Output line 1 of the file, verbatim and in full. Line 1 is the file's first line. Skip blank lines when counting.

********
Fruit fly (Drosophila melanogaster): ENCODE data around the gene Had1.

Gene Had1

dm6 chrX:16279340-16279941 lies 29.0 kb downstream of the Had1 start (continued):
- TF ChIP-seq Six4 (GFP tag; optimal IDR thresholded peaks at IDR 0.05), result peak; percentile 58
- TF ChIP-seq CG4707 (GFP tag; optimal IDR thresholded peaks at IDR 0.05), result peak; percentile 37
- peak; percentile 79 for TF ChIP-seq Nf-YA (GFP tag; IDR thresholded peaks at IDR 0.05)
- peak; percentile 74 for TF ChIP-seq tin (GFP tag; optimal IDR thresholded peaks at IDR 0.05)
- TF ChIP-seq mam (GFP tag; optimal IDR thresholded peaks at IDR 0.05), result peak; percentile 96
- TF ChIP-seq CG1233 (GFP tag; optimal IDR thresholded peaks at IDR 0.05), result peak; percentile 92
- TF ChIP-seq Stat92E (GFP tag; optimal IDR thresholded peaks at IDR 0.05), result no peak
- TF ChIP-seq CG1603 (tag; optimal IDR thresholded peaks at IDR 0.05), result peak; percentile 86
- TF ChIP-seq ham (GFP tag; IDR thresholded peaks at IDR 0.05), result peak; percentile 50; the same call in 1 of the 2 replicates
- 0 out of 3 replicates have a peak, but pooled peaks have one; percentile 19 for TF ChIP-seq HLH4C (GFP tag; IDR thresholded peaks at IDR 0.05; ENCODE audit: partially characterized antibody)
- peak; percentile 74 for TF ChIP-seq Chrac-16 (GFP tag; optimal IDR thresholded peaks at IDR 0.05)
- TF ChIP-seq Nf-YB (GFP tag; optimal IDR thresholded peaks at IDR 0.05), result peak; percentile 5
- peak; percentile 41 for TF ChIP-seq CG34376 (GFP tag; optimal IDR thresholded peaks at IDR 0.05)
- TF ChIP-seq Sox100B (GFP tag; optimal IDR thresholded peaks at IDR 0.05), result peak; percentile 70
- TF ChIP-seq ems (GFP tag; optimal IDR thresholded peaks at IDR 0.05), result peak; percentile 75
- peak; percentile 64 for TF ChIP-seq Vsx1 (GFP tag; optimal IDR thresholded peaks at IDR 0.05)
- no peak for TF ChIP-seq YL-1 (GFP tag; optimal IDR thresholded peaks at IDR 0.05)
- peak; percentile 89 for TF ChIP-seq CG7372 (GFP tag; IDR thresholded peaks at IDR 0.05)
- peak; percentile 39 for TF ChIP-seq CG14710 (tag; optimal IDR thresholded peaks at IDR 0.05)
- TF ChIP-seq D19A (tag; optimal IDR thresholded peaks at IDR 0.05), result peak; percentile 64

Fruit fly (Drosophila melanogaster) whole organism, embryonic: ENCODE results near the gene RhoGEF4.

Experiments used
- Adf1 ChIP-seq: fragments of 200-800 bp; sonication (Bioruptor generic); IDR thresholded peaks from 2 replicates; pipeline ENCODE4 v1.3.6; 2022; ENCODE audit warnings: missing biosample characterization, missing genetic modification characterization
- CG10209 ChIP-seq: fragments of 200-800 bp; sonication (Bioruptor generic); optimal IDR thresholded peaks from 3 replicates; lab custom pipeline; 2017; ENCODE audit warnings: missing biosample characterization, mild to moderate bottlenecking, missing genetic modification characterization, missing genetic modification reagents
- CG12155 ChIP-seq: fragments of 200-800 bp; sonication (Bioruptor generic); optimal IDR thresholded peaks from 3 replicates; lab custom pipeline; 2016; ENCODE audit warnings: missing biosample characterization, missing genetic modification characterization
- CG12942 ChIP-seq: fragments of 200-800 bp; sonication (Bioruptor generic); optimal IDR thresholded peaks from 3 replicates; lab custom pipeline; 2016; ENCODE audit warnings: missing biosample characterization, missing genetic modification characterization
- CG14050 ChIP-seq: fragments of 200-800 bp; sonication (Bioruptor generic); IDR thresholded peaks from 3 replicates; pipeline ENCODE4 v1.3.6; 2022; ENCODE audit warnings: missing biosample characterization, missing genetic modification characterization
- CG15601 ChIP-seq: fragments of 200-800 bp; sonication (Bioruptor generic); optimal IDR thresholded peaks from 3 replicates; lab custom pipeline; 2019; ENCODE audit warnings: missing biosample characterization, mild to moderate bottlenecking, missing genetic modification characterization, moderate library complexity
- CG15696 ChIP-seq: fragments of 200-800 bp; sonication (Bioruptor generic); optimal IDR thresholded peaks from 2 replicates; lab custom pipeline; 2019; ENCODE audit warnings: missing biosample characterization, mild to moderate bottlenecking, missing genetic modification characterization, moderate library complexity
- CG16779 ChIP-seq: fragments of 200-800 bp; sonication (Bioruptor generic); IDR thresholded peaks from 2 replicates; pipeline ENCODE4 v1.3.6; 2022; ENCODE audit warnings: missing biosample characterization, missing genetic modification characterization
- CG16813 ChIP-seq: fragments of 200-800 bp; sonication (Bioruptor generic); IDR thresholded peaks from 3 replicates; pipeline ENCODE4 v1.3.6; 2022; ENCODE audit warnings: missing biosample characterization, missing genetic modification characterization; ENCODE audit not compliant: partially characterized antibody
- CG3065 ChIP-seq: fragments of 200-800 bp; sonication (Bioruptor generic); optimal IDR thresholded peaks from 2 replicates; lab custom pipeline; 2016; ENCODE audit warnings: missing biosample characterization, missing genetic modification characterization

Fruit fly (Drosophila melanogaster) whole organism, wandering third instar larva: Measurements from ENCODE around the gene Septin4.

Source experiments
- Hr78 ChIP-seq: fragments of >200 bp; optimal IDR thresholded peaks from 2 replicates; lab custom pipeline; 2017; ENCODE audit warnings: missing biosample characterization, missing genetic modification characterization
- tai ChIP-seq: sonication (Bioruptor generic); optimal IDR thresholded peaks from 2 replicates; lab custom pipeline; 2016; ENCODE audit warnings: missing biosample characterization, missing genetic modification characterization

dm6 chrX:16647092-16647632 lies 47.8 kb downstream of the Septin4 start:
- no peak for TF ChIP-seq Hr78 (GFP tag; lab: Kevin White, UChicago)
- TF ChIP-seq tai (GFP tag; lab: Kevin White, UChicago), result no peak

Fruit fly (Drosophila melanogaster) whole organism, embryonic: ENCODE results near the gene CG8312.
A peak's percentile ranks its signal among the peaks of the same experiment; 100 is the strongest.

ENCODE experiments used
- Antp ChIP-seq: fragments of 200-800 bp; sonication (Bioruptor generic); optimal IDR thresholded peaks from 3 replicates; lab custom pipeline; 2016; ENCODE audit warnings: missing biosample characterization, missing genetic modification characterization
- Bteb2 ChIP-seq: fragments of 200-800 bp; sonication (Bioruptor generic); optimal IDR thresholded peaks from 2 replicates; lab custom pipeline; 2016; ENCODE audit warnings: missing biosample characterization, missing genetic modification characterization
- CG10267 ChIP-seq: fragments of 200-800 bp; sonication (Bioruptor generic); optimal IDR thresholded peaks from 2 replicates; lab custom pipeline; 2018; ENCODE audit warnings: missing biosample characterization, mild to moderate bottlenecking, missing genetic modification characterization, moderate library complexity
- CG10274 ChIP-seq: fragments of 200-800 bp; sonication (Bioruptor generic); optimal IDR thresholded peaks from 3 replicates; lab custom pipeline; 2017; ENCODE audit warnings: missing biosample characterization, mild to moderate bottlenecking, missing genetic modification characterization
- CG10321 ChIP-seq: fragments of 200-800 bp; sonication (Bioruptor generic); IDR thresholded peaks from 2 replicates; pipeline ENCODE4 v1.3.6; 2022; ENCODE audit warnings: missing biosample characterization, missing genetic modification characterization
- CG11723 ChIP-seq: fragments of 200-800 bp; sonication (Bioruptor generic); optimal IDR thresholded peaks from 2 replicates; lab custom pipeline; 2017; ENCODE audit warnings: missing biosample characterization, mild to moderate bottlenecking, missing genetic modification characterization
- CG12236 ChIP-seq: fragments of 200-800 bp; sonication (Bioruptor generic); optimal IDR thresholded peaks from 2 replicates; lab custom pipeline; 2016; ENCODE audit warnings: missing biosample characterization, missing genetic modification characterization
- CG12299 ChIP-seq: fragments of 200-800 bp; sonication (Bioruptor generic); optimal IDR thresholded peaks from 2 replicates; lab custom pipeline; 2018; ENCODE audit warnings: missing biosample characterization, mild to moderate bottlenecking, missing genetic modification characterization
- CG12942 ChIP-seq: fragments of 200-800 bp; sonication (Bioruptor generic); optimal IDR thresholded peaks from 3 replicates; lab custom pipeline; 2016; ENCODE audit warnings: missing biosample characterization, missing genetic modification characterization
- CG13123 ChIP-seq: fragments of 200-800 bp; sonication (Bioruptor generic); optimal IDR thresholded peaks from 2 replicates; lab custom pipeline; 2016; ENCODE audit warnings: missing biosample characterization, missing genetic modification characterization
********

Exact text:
Fruit fly (Drosophila melanogaster): ENCODE data around the gene Had1.